(December 13, 2010)
Contact: Rick DelaHaya, Centenary News Services, 318.869.5073
College announces Dream Week 2011 events
SHREVEPORT, La. (Centenary News Service) — The Diversity Committee at Centenary College of Louisiana will celebrate the legacy and achievements of Dr. Martin Luther King Jr. during a week-long tribute of events taking place on the College campus January 17-21.
In keeping with the spirit of Dr. King's accomplishments, Dream Week 2011 will honor his contributions with events designed to capture the essence of his message, but also provide the opportunity to reflect on the past while seeking an opportunities to act upon the promise of the future.
Events are free and open to the public unless noted, and include:
Monday, Jan. 17, MLK Service Day:
The week kicks off when Centenary students, staff, faculty and alumni will have the opportunity to take part in the school's 3rd Annual MLK Service Day. The service project will consist of participants working at Creswell and E.B.W. Stoner Hill Elementary schools, and the Querbes Community Center to spruce up the locations through painting, cleaning, and other minor improvements.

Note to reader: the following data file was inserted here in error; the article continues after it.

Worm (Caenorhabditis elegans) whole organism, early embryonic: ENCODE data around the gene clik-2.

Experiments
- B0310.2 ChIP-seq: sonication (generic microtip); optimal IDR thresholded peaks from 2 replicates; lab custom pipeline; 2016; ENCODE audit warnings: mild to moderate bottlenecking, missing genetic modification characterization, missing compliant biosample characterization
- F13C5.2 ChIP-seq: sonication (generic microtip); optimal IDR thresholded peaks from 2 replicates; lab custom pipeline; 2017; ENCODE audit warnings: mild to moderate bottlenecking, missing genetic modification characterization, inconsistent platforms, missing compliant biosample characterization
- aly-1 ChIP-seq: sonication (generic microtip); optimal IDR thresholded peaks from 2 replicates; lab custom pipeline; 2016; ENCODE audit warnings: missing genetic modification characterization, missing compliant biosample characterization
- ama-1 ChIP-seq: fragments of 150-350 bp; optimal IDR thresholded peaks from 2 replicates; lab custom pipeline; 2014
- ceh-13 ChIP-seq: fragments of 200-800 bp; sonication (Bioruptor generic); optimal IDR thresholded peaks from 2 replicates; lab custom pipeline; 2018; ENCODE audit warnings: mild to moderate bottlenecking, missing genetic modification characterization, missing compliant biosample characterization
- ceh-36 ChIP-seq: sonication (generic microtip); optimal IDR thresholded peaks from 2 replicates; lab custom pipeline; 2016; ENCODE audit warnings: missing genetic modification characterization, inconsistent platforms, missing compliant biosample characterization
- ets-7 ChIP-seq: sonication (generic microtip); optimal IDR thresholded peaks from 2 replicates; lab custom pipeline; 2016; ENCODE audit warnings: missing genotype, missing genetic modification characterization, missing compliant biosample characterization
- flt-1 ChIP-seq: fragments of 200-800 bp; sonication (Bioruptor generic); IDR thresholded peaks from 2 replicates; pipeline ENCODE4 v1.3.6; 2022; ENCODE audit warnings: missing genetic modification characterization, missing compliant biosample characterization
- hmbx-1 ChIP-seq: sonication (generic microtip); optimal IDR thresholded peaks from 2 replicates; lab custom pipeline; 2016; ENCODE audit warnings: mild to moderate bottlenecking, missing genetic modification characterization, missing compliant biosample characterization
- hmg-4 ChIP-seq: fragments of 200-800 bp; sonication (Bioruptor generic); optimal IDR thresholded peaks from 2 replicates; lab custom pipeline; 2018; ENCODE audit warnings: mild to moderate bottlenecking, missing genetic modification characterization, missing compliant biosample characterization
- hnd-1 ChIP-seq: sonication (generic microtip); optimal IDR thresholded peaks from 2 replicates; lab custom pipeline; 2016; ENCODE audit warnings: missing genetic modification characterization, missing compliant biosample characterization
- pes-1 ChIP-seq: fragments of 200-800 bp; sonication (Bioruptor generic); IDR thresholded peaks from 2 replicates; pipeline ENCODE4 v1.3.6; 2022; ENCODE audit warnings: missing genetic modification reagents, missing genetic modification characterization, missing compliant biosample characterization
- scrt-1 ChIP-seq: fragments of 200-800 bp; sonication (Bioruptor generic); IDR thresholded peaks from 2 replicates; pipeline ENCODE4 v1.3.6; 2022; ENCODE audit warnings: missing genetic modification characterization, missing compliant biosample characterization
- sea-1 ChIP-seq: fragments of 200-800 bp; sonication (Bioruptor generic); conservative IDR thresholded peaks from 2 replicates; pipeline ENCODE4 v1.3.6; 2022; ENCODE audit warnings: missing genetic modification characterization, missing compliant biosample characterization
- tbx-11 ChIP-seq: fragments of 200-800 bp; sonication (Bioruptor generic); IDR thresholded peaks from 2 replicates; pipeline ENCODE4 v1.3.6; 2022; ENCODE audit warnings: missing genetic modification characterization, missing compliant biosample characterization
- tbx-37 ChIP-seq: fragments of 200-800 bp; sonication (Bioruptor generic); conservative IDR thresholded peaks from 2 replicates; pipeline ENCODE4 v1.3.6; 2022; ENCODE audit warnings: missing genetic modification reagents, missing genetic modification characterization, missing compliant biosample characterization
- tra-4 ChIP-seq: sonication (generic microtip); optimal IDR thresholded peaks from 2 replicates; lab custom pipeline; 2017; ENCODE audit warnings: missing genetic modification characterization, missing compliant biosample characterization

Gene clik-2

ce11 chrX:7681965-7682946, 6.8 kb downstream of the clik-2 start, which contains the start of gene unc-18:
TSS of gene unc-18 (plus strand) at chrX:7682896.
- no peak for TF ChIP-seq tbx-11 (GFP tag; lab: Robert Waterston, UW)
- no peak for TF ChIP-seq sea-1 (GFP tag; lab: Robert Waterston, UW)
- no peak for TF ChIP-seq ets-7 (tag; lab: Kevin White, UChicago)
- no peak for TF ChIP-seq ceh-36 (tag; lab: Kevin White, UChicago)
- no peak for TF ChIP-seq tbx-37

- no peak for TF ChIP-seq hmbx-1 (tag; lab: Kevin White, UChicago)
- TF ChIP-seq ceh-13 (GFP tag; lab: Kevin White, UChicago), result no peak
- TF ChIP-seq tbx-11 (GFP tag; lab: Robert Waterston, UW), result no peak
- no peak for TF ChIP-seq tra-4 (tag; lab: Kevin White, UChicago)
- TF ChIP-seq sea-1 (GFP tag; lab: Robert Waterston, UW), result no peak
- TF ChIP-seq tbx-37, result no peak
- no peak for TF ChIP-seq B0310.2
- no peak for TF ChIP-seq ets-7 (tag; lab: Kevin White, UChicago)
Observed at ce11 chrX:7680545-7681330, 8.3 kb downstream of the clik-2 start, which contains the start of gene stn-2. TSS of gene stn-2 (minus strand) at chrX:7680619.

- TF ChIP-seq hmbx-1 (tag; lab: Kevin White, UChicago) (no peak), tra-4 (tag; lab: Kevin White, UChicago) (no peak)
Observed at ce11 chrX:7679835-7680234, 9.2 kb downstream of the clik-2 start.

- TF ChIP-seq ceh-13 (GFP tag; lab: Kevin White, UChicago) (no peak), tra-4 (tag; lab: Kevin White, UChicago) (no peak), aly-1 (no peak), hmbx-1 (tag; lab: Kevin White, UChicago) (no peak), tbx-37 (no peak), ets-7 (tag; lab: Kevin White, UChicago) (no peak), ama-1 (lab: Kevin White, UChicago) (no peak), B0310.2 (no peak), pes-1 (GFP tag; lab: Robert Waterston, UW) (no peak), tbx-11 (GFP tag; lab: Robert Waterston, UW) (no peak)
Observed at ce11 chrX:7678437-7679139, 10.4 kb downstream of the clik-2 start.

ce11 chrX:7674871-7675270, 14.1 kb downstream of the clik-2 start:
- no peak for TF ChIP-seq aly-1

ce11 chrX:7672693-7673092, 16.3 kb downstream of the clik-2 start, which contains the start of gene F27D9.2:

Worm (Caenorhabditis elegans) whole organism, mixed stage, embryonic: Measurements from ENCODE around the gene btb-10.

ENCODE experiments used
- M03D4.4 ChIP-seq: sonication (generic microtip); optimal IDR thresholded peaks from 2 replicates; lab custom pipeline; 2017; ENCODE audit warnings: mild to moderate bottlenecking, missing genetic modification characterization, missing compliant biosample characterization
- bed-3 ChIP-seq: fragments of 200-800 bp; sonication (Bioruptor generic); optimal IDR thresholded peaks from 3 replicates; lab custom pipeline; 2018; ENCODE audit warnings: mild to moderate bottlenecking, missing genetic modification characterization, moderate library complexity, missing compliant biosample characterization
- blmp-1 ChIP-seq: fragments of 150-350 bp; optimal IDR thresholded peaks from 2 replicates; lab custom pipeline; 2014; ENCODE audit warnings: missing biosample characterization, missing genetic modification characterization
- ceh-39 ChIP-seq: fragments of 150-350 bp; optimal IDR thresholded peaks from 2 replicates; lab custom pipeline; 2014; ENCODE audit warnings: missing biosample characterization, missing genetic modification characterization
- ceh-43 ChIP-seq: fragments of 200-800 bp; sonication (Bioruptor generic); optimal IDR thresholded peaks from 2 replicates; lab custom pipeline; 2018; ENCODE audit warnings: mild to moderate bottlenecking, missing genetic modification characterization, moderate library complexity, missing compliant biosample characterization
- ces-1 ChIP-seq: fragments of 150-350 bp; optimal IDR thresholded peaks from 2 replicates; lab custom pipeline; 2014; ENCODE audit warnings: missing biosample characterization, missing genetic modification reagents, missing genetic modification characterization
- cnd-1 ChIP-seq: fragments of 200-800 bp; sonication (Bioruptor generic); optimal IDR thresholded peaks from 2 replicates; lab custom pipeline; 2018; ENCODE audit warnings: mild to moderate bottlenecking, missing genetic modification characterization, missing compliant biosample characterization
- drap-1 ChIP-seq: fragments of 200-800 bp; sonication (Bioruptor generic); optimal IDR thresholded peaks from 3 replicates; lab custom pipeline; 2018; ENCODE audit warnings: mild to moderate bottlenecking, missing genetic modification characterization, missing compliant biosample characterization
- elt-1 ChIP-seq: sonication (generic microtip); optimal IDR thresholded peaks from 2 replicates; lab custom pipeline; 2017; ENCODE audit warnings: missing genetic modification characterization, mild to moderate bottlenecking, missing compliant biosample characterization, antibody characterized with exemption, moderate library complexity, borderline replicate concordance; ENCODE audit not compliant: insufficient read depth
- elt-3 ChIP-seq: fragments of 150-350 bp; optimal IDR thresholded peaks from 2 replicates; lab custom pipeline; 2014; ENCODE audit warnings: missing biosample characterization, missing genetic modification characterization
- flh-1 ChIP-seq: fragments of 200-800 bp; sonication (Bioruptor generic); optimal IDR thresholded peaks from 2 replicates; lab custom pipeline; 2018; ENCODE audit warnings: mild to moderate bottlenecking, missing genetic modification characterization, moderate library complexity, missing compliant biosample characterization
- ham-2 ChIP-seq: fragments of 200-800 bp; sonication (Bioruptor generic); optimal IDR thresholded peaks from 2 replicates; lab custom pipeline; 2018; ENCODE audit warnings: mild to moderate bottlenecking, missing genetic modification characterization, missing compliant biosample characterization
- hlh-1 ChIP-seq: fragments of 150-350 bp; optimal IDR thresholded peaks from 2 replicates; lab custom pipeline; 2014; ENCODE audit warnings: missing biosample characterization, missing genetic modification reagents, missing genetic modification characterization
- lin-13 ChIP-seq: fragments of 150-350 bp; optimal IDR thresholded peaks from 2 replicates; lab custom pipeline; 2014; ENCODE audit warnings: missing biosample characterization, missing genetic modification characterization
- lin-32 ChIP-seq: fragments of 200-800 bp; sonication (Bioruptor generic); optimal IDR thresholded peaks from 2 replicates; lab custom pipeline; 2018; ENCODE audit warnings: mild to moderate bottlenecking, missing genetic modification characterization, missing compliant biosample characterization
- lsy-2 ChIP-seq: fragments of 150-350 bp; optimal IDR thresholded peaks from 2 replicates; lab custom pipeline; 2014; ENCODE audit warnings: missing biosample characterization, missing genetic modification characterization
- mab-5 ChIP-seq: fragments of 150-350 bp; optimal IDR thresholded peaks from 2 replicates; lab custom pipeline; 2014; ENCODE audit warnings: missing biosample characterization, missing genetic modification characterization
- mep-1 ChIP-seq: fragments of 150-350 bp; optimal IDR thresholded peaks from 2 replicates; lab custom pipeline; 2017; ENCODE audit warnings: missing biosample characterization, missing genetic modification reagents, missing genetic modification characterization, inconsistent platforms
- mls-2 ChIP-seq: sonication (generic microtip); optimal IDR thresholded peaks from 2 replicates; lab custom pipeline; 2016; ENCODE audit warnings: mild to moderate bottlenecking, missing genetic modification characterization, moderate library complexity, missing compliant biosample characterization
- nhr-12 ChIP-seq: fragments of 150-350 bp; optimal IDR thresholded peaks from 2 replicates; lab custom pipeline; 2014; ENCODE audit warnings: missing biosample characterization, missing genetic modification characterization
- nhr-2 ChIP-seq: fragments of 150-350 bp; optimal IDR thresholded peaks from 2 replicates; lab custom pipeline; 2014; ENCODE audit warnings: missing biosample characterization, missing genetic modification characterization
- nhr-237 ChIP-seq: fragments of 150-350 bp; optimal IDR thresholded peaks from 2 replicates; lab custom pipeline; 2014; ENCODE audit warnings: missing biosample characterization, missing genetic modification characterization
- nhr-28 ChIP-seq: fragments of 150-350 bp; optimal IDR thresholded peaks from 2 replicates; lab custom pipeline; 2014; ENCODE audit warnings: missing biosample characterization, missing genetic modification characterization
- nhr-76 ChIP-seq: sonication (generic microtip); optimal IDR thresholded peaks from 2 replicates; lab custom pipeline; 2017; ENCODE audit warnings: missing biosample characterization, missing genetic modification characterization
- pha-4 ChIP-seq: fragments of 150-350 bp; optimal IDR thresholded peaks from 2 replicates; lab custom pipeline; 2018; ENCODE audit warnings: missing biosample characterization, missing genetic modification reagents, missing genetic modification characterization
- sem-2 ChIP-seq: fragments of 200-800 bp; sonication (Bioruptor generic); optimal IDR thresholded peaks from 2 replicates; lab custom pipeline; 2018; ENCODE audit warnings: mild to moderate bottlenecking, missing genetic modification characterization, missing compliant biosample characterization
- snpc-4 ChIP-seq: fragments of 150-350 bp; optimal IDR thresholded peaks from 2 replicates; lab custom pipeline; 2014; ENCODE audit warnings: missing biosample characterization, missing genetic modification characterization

Registration is free with breakfast, lunch, and transportation provided. The day will begin at 7:15 a.m. with participants check in at Kilpatrick Auditorium. Volunteers will depart by 8:30 a.m. and will be transported to the work sites, and return to the Centenary campus at 11:45 a.m.
Visit http://www.unitedwaynwla.org/MLK_Day.php to register for the service-day project.
Tuesday, Jan. 18, CONVOCATION, 11 a.m., in the Whited Room of Bynum Commons:
Victor Labat will be the featured speaker. Labat has more than forty years of experience in both the private industry and the Federal Government. His experience included senior Federal management positions, and management and technical consulting to foundations, institutions of higher learning, and private industry, both within the United States and internationally.
As Chairman of LABAT-ANDERSON Inc., he directed a multidisciplinary professional consulting corporation of specialist providing domestic and international management services to government and private industries. Incorporated in 1989, the company has grown from a small business to a staff of nearly 2,000 over a 17-year period, and operates in more than 35 countries worldwide.